BILLUND, DENMARK – A secret to Lego’s success is the accuracy of production, that’s what gives the bricks their so-called ‘clutch’ power via the hollow tubes inside, where they can be clicked together to form gravity-defying steps and structures rather than merely stacking one by one on top. The architecture of each piece is simple, relates to a designed system of proportions, and from box to box the colours match and the craftsmanship and quality are amazingly consistent. Architect Bjarke Ingles of BIG aimed to translate these qualities to full scale building: the logic and language of the 2x4 Lego brick are key to the design of the new Lego House headquarters in the toy’s birthplace of Billund, Denmark. Details, proportion, quality and scale always matter in any architectural design project, but in this case, given the iconic status of the brand in Denmark and internationally there was additional scrutiny. Each visitor to the Lego House finds out that there are 915,103,765 unique arrangements of six of the same colour of 2x4 Lego bricks, and so in this project visitors find out: which combination did Ingles choose?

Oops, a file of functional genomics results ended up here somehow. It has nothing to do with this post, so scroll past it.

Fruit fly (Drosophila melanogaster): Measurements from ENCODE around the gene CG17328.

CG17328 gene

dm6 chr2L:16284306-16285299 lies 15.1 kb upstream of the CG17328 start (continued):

The architect explains using the language and logic of the toy: ‘It might seem effortless, like a pile of interlocking bricks, but it is systematic. There are eight bricks on the ground that frame the central square and these have open corners for entries, then eight bricks above organized 3 x 3 with a central one missing, then four more with a single one in the middle.’ On my visit to the building I already know, because I got the Lego House kit from the Lego Architecture series (in special edition, all white) and have built it myself.
‘The genius of Lego is that it isn’t a toy – it’s more like a tool’
Throughout the project, Ingles was careful to keep the Lego brick proportions. ‘Just like in nature, the Fibonacci sequence or golden ratio, in the built environment the 2x4 proportion of Lego is golden. We used this everywhere, we scaled up the height to about 18 cm then the length becomes 60 cm long and it is a good useful proportion for cabinetry and building materials. In the entire façade – inside and outside – we never cut a façade module, it is either 30 or 60 cm. We never broke the rules,’ Ingles explains. ‘That’s how you get into masonry heaven.’